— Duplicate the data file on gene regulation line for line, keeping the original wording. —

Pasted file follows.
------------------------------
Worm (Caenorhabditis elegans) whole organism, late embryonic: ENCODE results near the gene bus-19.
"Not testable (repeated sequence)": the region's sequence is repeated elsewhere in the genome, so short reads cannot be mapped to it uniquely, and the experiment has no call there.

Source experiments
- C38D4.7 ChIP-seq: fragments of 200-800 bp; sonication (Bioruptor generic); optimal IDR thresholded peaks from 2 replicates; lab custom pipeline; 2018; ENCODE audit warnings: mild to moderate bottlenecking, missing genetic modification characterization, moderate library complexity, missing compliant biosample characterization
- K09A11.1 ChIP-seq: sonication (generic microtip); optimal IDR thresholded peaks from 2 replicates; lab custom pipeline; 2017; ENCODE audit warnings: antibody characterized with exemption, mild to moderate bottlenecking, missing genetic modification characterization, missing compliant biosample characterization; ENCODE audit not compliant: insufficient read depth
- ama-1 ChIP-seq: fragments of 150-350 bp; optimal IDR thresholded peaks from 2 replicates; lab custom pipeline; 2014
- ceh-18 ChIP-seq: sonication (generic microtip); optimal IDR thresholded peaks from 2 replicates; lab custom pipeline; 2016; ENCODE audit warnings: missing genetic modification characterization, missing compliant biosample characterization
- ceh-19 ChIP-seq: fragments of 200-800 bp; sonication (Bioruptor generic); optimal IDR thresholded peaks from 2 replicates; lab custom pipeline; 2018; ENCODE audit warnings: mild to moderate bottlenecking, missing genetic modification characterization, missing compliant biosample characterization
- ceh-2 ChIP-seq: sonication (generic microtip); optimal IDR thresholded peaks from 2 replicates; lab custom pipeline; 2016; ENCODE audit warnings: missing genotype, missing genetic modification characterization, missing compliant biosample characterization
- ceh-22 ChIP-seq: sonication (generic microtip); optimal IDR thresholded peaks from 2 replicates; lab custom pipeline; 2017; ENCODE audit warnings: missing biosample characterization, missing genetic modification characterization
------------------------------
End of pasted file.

Worm (Caenorhabditis elegans) whole organism, late embryonic: ENCODE results near the gene bus-19.
"Not testable (repeated sequence)": the region's sequence is repeated elsewhere in the genome, so short reads cannot be mapped to it uniquely, and the experiment has no call there.

Source experiments
- C38D4.7 ChIP-seq: fragments of 200-800 bp; sonication (Bioruptor generic); optimal IDR thresholded peaks from 2 replicates; lab custom pipeline; 2018; ENCODE audit warnings: mild to moderate bottlenecking, missing genetic modification characterization, moderate library complexity, missing compliant biosample characterization
- K09A11.1 ChIP-seq: sonication (generic microtip); optimal IDR thresholded peaks from 2 replicates; lab custom pipeline; 2017; ENCODE audit warnings: antibody characterized with exemption, mild to moderate bottlenecking, missing genetic modification characterization, missing compliant biosample characterization; ENCODE audit not compliant: insufficient read depth
- ama-1 ChIP-seq: fragments of 150-350 bp; optimal IDR thresholded peaks from 2 replicates; lab custom pipeline; 2014
- ceh-18 ChIP-seq: sonication (generic microtip); optimal IDR thresholded peaks from 2 replicates; lab custom pipeline; 2016; ENCODE audit warnings: missing genetic modification characterization, missing compliant biosample characterization
- ceh-19 ChIP-seq: fragments of 200-800 bp; sonication (Bioruptor generic); optimal IDR thresholded peaks from 2 replicates; lab custom pipeline; 2018; ENCODE audit warnings: mild to moderate bottlenecking, missing genetic modification characterization, missing compliant biosample characterization
- ceh-2 ChIP-seq: sonication (generic microtip); optimal IDR thresholded peaks from 2 replicates; lab custom pipeline; 2016; ENCODE audit warnings: missing genotype, missing genetic modification characterization, missing compliant biosample characterization
- ceh-22 ChIP-seq: sonication (generic microtip); optimal IDR thresholded peaks from 2 replicates; lab custom pipeline; 2017; ENCODE audit warnings: missing biosample characterization, missing genetic modification characterization